Baruch Samuel Blumberg


Baruch Samuel Blumberg
(1925)



American research physician whose discovery of an antigen that provokes antibody response against hepatitis B led to his development with Irving Millman of a successful vaccine against the disease. He shared the Nobel Prize in Physiology or Medicine in 1976 with D. Carleton Gajdusek for their work on the origins and spread of infectious viral diseases.
Blumberg received his M.D. degree from Columbia University's College of Physicians and Surgeons and his Ph.D. degree in biochemistry from Oxford University in 1957. In 1960 he became chief of the Geographic Medicine and Genetics Section of the U.S. National Institutes for Health, in Maryland. In 1964 he was appointed associate director for clinical research at the Institute for Cancer Research, Philadelphia, and he served as professor of medicine, human genetics, and anthropology at the University of Pennsylvania during the 1960s and '70s.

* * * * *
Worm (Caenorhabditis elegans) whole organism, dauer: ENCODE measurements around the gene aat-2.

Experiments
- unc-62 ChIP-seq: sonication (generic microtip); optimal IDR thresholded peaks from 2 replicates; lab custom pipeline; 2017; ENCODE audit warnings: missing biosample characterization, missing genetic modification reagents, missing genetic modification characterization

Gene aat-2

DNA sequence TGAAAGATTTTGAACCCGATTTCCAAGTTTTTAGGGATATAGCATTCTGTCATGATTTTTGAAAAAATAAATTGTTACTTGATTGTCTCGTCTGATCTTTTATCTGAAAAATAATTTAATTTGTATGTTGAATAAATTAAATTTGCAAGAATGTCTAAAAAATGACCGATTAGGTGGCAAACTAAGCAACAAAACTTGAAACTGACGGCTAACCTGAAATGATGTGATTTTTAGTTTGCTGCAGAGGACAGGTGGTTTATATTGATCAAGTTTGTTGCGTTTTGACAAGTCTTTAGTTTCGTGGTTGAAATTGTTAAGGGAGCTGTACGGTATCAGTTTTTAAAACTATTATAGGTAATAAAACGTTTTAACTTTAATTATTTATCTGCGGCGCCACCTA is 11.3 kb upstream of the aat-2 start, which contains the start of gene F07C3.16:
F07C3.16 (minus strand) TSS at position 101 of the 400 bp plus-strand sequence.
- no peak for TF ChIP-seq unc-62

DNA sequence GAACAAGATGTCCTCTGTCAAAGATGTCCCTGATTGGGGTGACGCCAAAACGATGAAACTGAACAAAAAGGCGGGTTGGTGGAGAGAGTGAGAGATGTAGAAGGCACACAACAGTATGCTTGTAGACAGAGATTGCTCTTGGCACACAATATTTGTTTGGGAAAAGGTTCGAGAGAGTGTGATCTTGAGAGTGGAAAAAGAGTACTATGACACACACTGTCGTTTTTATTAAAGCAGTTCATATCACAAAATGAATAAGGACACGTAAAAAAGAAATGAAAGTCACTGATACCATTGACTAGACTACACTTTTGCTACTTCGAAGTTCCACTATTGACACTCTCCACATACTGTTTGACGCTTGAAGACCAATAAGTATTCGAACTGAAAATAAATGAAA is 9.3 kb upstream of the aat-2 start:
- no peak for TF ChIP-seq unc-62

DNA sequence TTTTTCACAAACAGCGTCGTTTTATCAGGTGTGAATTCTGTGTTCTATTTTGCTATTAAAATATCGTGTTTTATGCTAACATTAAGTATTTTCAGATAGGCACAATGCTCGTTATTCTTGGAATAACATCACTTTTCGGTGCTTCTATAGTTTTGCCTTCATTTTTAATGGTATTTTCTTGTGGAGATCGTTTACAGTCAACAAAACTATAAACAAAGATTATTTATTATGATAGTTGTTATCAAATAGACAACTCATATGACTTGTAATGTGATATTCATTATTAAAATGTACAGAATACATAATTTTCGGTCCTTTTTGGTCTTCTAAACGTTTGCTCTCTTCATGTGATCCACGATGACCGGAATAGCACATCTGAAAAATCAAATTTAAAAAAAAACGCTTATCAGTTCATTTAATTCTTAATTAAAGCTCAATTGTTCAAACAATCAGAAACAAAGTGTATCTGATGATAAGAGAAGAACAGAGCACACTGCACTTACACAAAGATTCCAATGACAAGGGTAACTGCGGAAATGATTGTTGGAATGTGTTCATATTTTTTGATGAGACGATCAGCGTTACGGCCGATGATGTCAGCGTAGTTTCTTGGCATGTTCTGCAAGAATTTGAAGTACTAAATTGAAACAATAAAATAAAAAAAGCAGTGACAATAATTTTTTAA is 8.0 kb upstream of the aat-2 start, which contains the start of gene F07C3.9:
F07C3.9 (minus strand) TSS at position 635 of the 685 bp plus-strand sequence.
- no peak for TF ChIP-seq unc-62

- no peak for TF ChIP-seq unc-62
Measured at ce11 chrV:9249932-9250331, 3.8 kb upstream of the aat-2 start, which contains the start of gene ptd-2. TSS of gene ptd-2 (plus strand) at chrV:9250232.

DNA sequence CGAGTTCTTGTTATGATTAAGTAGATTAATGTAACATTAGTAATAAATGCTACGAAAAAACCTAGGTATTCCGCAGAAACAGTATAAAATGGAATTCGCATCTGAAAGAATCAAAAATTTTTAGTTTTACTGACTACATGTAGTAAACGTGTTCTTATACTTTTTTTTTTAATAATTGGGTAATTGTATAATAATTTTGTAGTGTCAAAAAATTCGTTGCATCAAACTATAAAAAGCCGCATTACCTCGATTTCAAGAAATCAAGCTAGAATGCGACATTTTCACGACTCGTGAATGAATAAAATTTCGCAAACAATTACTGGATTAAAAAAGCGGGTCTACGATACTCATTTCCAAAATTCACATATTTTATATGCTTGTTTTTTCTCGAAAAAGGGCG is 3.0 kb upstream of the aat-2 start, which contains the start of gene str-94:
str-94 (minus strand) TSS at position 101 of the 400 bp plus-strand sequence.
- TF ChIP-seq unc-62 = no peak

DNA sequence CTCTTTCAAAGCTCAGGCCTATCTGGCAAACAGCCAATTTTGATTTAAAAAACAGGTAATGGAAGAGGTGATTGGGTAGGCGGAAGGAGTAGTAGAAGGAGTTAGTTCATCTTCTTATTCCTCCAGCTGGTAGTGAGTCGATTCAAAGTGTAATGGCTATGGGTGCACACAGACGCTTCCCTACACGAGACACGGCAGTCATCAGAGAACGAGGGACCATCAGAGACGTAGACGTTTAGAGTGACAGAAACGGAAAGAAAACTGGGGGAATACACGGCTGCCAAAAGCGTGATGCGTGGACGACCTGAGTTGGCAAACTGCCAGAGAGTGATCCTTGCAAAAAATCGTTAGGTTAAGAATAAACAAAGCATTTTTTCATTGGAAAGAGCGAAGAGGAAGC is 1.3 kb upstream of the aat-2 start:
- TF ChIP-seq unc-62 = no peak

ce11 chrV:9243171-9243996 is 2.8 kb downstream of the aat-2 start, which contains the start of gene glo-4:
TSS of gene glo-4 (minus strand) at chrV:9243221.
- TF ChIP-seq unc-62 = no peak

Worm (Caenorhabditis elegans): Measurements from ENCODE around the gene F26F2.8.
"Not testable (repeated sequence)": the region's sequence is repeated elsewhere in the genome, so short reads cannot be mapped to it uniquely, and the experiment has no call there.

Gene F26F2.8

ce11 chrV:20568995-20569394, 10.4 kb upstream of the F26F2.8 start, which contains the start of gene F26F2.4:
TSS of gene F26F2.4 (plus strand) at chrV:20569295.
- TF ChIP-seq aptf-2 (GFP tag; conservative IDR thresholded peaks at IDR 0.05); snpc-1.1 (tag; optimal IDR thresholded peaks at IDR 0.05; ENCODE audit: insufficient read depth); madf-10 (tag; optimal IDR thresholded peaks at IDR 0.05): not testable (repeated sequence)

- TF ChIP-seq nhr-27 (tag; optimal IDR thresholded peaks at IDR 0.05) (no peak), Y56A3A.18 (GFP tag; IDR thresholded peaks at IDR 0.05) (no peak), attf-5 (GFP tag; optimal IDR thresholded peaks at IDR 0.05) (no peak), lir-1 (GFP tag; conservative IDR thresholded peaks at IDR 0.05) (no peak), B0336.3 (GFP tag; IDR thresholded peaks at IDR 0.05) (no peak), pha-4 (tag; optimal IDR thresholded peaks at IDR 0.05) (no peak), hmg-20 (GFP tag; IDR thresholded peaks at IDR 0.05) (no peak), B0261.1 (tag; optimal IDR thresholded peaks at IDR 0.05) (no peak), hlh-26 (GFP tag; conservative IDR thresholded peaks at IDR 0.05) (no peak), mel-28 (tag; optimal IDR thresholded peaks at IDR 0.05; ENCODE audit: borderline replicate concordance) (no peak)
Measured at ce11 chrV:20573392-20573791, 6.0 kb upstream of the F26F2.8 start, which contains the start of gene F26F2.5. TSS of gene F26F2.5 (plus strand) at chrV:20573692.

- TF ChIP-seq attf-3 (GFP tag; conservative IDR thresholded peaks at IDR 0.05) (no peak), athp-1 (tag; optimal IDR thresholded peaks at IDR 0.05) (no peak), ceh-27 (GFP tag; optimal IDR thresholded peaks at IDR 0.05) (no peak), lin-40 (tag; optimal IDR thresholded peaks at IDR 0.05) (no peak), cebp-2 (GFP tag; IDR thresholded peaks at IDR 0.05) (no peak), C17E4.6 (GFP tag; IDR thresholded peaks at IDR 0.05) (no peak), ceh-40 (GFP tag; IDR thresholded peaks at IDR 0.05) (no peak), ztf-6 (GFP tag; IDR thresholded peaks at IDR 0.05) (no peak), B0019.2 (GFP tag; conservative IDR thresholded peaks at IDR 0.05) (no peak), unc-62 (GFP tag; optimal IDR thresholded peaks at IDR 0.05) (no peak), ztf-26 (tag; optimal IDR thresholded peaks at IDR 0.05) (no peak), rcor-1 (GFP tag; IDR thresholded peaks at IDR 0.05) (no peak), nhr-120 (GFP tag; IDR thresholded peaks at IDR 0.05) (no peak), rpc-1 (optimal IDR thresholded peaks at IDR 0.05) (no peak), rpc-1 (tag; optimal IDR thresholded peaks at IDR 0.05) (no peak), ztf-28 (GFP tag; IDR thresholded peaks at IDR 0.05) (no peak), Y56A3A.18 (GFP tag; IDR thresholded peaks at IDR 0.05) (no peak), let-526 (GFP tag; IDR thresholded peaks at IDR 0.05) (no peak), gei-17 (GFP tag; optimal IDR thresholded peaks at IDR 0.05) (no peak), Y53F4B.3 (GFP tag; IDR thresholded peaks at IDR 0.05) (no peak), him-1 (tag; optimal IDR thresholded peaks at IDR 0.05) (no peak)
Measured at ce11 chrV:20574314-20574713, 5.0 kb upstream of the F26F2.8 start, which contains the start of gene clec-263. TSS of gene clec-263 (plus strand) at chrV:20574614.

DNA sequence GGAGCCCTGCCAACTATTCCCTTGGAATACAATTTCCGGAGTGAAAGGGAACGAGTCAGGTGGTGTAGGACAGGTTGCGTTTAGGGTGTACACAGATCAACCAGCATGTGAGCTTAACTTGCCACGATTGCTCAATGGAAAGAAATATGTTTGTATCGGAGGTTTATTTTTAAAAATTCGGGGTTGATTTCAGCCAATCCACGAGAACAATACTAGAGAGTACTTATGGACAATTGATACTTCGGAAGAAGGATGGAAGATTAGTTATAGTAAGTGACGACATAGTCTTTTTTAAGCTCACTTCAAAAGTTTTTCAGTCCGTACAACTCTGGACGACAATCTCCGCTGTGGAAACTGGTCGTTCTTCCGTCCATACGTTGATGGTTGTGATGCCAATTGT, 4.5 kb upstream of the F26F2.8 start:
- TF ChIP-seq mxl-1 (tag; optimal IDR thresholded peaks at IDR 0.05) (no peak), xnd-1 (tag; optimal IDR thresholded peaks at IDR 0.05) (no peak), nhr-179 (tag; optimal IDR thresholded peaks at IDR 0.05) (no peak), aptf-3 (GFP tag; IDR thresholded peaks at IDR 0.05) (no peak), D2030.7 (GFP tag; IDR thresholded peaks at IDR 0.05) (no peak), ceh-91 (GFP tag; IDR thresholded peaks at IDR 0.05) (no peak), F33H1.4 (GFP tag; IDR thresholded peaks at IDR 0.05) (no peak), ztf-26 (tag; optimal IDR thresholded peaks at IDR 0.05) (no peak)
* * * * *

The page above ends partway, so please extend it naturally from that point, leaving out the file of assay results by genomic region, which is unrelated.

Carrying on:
In the early 1960s Blumberg was examining blood samples from widely diverse populations in an attempt to determine why the members of different ethnic and national groups vary widely in their responses and susceptibility to disease. In 1963 he discovered in the blood serum of an Australian aborigine an antigen that he later (1967) determined to be part of a virus that causes hepatitis B, the most severe form of hepatitis. The discovery of this so-called Australian antigen, which causes the body to produce antibody responses to the virus, made it possible to screen blood donors for possible hepatitis B transmission. Further research indicated that the body's development of antibody against the Australian antigen was protective against further infection with the virus itself. In 1969 Blumberg and Millman applied for a patent for the vaccine, which was granted in the United States and other countries in the early 1970s. In 1982 a safe and effective vaccine utilizing Australian antigen was made commercially available in the United States.


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